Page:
The Center for Disease Control & Prevention and public health and regulatory officials in several states are investigating a multistate outbreak of Salmonella reading. Epidemiologic evidence suggests that raw turkey products and raw turkey pet food are possible sources.
No specific product, brand, facility or company has been linked to the illnesses, nor is CDC recommending that consumers stop consuming any turkey products. The U.S. Department of Agriculture’s Food Safety & Inspection Service (FSIS) is also monitoring the outbreak.
According to a CDC investigation update, 90 people from 26 states were reported to be infected with the outbreak strain of S. reading, 40 of whom have been hospitalized. However, no deaths have been reported.
CDC said the outbreak strain of S. reading has been identified in samples from raw turkey pet food in Minnesota, from raw turkey products from 19 slaughter and six processing establishments, as well as from live turkeys from several states. However, a single, common supplier of raw turkey products or of live turkeys has not been identified.
“In interviews, ill people report eating different types and brands of turkey products purchased from many different locations. Two ill people lived in a household where raw turkey pet food was fed to pets,” the update stated.
Whole-genome sequencing analysis did not identify predicted antibiotic resistance in 68 isolates from 28 ill people and 40 food and animal samples. However, 33 isolates from ill people and 49 isolates from food and animal samples contained genes for resistance to all or some of the following antibiotics: ampicillin, streptomycin, sulfamethoxazole, tetracycline, gentamicin and kanamycin. Testing of four outbreak isolates using standard antibiotic susceptibility testing by CDC’s National Antimicrobial Resistance Monitoring System laboratory confirmed these results. However, CDC said this resistance likely will not affect the choice of antibiotic used to treat most people since these antibiotics are not normally used to treat salmonella infections.
The outbreak strain of S. reading is present in live turkeys and in many types of raw turkey products, indicating that it might be widespread in the turkey industry. CDC and FSIS have shared this information with representatives from the turkey industry and asked about steps the industry may be taking to reduce salmonella contamination. In response to the outbreak, the National Turkey Federation (NTF) released a statement saying food safety is a top priority for turkey producers and turkey companies.
“Although National Turkey Federation members work diligently to prevent foodborne bacteria on their farms and in processing, it is well known that bacteria are naturally present in the environment, and as a result, raw meat and poultry products may contain bacteria. That is why proper handling and preparation of raw foods are so important for consumers to know, understand and follow,” the organization stated.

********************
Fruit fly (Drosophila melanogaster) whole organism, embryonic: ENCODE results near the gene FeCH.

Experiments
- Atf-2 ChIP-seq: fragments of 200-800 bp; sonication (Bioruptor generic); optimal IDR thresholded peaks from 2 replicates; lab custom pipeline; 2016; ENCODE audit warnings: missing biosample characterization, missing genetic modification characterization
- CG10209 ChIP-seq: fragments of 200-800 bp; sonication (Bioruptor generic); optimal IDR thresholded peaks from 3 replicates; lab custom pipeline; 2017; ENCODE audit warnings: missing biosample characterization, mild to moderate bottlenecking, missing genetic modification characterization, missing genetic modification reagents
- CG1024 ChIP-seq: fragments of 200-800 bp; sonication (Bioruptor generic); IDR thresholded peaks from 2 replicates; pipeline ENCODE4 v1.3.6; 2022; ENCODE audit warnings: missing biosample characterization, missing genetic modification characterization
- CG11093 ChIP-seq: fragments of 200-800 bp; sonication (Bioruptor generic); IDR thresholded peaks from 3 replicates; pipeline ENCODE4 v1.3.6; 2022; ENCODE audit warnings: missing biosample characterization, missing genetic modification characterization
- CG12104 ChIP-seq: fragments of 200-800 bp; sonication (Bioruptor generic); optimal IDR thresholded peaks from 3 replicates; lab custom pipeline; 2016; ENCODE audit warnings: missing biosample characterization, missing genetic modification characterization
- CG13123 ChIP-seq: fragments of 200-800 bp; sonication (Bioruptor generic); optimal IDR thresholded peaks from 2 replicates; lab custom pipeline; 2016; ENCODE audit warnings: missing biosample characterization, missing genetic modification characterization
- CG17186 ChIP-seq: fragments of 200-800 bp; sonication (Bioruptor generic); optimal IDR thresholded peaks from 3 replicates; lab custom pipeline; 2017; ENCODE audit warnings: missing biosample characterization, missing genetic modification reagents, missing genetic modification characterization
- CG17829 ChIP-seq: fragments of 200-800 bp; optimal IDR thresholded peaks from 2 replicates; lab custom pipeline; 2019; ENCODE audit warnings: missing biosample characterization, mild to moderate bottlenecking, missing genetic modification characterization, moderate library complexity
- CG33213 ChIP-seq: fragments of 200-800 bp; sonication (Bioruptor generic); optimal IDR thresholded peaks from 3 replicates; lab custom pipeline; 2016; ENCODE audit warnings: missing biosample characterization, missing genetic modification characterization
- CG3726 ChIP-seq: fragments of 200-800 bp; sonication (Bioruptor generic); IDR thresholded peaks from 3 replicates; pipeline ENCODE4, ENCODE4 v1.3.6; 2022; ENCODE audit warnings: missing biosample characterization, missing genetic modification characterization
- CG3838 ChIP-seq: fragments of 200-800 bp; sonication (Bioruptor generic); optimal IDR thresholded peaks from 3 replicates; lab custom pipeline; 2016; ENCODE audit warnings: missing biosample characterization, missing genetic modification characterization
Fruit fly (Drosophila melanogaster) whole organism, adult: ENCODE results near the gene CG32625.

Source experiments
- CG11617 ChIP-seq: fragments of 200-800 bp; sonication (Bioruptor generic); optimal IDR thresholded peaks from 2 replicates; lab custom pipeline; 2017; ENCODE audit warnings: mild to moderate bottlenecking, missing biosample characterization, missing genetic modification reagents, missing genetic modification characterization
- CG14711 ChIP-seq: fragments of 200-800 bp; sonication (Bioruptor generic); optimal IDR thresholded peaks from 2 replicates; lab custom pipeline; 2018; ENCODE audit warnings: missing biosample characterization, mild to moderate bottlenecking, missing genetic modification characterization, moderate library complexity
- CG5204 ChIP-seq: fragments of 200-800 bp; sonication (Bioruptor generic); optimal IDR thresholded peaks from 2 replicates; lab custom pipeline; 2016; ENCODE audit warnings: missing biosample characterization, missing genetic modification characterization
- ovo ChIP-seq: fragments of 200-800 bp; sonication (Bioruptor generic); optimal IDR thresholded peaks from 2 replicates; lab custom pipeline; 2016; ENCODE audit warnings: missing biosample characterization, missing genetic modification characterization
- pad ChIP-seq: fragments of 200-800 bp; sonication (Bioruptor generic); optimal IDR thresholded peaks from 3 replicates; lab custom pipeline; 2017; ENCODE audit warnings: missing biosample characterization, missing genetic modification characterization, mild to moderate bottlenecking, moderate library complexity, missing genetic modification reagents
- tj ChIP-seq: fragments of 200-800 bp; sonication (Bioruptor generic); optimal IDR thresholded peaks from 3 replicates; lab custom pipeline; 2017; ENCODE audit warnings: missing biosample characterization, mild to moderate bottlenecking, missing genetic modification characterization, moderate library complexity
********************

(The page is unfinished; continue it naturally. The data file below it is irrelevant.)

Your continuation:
NTF said no products being are currently being recalled in association with this announcement and emphasized the need to properly handle and cook turkey products, including the recommendation from USDA and NTF to cook “poultry to an internal temperature of 165°F, as measured by a food thermometer, to ensure meat is safe to eat. As with all fresh meat and produce, consumers should wash their hands and cooking utensils thoroughly, avoid cross-contamination with other foods, cook meat to the proper internal temperature as defined by USDA and refrigerate promptly to prevent foodborne illness.”
NTF also pointed out that while more than half of the salmonella isolates examined for antibiotic resistance showed resistance to one or more antibiotics, none of the antibiotics are routinely used to treat salmonellosis.
“Multiple antibiotic options are still available to treat foodborne illness in people. Regardless of if a strain of salmonella is resistant to an antibiotic, it is still susceptible to being killed by cooking,” NTF noted.
The turkey industry is cooperating fully with CDC and USDA in their investigation.
“Our members are individually reviewing their salmonella control programs in all phases of turkey production as well as working collectively through NTF to address this and all strains of salmonella,” NTF said.
The group said the bottom line for consumer is that all turkey is safe when properly cooked (to 165°F) and handled and that turkey producers and processors are continually working to make the product even safer. “We are pleased with the progress we have made in reducing salmonella and continue to look for scientific and technological innovations that would help us control naturally occurring pathogen in food products,” NTF said.